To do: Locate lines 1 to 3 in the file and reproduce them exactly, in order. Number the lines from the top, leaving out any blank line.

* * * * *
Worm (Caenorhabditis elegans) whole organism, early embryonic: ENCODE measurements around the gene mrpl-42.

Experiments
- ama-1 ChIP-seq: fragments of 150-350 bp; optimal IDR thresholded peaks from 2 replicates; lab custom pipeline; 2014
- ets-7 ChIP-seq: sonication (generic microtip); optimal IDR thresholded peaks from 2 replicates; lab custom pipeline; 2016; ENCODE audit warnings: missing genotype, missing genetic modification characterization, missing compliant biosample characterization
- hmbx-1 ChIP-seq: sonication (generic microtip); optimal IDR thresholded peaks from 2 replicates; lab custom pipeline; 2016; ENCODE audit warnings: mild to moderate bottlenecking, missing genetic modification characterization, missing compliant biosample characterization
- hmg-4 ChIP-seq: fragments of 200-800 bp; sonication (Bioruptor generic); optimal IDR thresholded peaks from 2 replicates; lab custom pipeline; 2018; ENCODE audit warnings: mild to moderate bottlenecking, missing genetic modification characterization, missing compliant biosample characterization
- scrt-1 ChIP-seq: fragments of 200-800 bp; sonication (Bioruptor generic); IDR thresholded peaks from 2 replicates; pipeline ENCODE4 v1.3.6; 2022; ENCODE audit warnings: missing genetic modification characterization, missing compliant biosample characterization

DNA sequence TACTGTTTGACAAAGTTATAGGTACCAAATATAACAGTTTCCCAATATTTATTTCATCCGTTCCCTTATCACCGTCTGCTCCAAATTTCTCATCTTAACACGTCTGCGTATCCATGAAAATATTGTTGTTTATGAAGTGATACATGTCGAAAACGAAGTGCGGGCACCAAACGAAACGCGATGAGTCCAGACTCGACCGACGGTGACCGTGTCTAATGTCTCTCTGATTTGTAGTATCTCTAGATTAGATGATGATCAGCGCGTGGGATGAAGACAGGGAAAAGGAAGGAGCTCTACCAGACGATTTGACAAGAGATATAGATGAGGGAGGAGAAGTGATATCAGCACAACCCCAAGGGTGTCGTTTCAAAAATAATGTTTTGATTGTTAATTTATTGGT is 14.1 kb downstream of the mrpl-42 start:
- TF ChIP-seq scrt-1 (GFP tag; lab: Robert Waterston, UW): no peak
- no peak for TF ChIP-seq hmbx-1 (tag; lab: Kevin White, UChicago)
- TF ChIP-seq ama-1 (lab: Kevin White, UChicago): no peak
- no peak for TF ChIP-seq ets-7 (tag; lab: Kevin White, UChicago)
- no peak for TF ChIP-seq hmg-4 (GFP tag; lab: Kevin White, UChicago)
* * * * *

Worm (Caenorhabditis elegans) whole organism, early embryonic: ENCODE measurements around the gene mrpl-42.

Experiments
- ama-1 ChIP-seq: fragments of 150-350 bp; optimal IDR thresholded peaks from 2 replicates; lab custom pipeline; 2014